On the one hand, you have Jared Polis, an openly gay, socially progressive multimillionaire as the incumbent Democrat in Colorado’s Second Congressional District.
On the other hand, you have two very different Republicans running for the chance to run against Polis. You have current Colorado State Senator Kevin Lundberg, an arch social conservative who has been among the legislature’s leaders in fighting against civil unions legislation. (See video of him below quoting the Bible in this week’s civil unions debate.)
Eric Weissmann, the other Republican vying for the chance to face off against Polis, has a history of failing to pay his taxes on time.
Records on file with Boulder County show that between 1983 and 1995, four tax liens were placed against residential property owned by Weissmann. The last and biggest lien — for just over $75,000 — was filed in February 1995 and released in May 1997.
When contacted by phone, Weissmann acknowledged the tax liens.
“Like many people who have started and built businesses, it was not without some bumps in the road to success,” he said.
He said that experience gives him “some empathy” for people who are struggling economically. Weissmann now works in the business of private equity investing and owns multiple homes including a primary residence in the Boulder area that public records show to be worth in the range of $2 million.
Weissmann, who has never run for office before, says he is not the social conservative that Lundberg is.
“Sometimes he (Lundberg) has taken strong positions on social issues at the expense of dealing with the economic issues that are so important in Colorado right now.”
In sharp contrast to Lundberg, Weissman said he is in favor of civil unions.
“I would have voted for that bill. I am a liberty oriented Republican. I want to get the government out of people’s personal decisions.”
Lundberg did not return a call seeking comment.
In addition to his past tax problems, Weissman, 48, has a driving while impaired citation on his record. He said the event happened when he was about 20 years old.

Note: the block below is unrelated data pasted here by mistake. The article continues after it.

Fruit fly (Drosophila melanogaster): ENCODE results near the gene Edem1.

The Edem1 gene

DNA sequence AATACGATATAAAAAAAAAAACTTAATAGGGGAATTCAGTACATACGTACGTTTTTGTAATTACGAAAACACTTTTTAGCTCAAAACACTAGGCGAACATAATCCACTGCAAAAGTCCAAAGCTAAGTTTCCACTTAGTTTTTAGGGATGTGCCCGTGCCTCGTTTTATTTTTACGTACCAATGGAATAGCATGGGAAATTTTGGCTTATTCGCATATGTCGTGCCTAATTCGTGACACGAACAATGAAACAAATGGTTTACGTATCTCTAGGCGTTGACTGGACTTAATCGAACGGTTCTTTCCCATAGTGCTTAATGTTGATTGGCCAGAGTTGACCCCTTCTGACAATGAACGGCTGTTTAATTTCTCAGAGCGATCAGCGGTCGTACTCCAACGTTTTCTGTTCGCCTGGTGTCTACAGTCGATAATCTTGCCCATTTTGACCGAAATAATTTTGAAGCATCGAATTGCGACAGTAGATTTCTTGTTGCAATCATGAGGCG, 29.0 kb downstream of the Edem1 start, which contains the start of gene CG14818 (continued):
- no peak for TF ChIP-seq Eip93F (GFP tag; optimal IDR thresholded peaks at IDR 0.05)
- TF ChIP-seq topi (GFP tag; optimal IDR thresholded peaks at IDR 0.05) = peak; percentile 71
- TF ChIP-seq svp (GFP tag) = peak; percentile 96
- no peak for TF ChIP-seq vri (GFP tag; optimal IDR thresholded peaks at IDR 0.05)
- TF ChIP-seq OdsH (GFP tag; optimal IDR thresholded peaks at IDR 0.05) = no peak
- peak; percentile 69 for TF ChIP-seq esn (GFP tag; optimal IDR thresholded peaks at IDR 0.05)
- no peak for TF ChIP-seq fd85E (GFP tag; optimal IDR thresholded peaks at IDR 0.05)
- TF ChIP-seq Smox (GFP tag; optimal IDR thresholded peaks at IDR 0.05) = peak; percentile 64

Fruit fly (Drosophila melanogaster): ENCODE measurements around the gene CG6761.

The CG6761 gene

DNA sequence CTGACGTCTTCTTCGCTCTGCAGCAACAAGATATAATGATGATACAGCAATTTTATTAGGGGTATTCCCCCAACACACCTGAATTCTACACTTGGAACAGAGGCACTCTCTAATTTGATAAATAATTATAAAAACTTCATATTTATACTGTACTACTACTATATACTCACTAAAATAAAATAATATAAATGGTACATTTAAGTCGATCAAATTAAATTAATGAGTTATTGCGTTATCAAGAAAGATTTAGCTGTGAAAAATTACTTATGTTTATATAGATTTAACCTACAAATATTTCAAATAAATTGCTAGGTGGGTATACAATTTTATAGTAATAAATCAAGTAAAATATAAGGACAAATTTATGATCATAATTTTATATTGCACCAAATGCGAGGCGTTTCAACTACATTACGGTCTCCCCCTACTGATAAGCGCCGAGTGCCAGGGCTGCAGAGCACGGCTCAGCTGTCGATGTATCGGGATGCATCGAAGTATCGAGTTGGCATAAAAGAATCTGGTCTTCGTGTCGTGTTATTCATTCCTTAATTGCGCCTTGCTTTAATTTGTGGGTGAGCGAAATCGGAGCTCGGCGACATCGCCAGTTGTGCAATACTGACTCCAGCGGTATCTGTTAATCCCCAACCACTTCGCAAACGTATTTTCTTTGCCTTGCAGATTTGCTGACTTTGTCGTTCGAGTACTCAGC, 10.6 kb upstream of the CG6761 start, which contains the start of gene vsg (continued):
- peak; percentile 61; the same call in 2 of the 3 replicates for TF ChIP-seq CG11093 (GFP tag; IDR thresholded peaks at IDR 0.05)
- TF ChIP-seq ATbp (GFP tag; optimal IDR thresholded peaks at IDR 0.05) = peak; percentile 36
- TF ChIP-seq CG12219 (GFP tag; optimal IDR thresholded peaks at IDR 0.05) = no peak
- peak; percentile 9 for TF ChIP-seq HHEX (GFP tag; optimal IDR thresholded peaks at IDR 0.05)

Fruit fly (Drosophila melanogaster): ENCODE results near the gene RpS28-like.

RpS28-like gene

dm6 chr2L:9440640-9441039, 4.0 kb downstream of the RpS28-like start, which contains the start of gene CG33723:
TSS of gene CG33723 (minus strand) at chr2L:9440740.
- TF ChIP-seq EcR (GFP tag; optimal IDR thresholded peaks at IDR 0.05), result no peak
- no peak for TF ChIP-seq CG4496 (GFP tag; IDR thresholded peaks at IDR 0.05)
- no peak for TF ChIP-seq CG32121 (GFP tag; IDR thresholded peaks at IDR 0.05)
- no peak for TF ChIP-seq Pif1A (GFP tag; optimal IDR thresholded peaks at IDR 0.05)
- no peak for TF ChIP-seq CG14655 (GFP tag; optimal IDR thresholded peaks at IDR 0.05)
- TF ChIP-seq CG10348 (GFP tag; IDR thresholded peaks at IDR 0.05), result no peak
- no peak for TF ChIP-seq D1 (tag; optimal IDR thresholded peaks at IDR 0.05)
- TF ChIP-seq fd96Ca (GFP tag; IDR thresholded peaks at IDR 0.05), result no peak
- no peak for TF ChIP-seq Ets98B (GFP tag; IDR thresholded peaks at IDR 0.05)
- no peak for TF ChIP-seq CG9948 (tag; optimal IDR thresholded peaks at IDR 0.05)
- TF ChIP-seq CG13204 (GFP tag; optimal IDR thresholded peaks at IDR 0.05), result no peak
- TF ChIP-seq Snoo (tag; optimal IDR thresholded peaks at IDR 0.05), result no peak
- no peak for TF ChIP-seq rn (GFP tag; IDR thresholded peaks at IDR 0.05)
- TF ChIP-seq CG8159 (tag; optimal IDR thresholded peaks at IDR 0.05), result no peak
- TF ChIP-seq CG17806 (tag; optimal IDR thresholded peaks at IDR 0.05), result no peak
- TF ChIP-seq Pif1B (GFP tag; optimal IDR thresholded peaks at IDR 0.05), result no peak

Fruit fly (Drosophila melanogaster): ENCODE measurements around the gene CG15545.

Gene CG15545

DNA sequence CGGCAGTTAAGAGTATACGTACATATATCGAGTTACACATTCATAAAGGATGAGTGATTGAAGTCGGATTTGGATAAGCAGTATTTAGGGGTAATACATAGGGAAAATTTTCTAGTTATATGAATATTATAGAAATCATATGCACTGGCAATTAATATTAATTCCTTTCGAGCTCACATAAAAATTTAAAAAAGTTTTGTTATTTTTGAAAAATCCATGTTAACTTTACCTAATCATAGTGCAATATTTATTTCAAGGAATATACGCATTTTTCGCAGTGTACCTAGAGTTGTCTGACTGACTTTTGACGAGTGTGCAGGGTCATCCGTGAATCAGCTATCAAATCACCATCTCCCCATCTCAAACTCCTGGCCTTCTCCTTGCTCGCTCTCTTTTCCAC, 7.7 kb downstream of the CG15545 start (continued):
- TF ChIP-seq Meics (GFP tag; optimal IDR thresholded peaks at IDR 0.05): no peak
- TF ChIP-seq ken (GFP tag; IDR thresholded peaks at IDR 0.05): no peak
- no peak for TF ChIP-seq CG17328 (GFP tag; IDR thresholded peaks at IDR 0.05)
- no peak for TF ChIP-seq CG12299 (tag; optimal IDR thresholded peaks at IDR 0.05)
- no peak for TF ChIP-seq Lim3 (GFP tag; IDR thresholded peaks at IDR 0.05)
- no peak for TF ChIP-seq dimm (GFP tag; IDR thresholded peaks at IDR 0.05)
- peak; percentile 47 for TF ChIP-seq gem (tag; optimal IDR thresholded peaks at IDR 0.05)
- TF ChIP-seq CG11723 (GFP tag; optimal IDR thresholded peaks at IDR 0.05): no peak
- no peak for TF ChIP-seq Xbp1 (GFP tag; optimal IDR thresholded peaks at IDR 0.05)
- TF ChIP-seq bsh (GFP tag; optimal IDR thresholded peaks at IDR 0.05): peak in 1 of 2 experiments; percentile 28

“It was a youthful mistake,” he says now.
Weissmann almost didn’t make it on the ballot. Earlier this week he won a legal battle to appear on the June 26 Republican primary ballot along with Lundberg.
The case, decided by Judge Robert S. Hyatt in Denver District Court, arose when Colorado Secretary of State Scott Gessler ruled that Weissmann – who petitioned onto the ballot – had not turned in enough valid signatures to qualify.
Weissmann argued that he had plenty of valid signatures, but that some had been disqualified because of clerical errors made by his campaign. Judge Hyatt agreed.
The case was made more interesting by the fact that the Colorado Democratic Party filed a motion to intervene.
“Our interest was just to make sure the rules are applied equally to everyone who runs for office,” Democratic Party spokesperson Matt Inzeo said.
Inzeo said Weissmann had chosen not to follow the rules for how to collect and handle signatures, and shouldn’t be on the ballot.
Asked if he was concerned that Weissmann might have a chance against incumbent Polis, Inzeo laughed and said he wasn’t.
“We just want the rules to be followed,” Inzeo said.
“We now see a pattern emerging,” Inzeo said, commenting also on Weissmann’s tax issues. “He doesn’t think he has to play by the same rules as everyone else, whether in gathering signatures to be on the ballot or in paying his taxes.”
Weissmann issued a written statement on his court victory:
“We are thrilled with today’s ruling by the Court placing me on the primary ballot, and look forward to spirited primary and general elections.
“Jared Polis and his Democratic Party minions tried to thwart the wishes of the 1,400 Republicans who want the opportunity to vote for me. This desperate ploy has clearly backfired,” Weissmann said.
Considering Weissmann’s own past troubles with taxes, it may be interesting to note that tax reform is one of the primary issues he addresses on his campaign website.
“We need fundamental tax reform that lowers and flattens tax rates and eliminates tax preferences that skew economic decision-making and tilt our tax system in favor of those who can afford expensive lawyers and accountants. A serious, pragmatic approach to reforming taxation can garner bipartisan support, and would unleash our private sector to create employment again,” he writes on the site.
Immediately below is a screenshot of one the liens filed against Weissmann. Below that is video of Sen. Lundberg speaking out against civil unions this week on the floor of the Senate.
(Image of tax lien from BoulderCounty.org)